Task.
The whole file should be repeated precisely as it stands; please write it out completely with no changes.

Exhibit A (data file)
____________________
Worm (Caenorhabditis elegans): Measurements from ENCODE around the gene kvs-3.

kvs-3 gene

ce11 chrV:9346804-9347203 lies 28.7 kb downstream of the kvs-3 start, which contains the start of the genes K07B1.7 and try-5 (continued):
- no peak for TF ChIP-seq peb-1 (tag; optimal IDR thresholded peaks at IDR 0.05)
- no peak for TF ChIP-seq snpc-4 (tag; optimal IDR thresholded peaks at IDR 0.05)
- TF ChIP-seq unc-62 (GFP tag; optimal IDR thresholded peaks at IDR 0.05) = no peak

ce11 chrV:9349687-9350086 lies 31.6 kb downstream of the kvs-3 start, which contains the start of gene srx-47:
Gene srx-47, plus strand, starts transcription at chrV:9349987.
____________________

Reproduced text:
Worm (Caenorhabditis elegans): Measurements from ENCODE around the gene kvs-3.

kvs-3 gene

ce11 chrV:9346804-9347203 lies 28.7 kb downstream of the kvs-3 start, which contains the start of the genes K07B1.7 and try-5 (continued):
- no peak for TF ChIP-seq peb-1 (tag; optimal IDR thresholded peaks at IDR 0.05)
- no peak for TF ChIP-seq snpc-4 (tag; optimal IDR thresholded peaks at IDR 0.05)
- TF ChIP-seq unc-62 (GFP tag; optimal IDR thresholded peaks at IDR 0.05) = no peak

ce11 chrV:9349687-9350086 lies 31.6 kb downstream of the kvs-3 start, which contains the start of gene srx-47:
Gene srx-47, plus strand, starts transcription at chrV:9349987.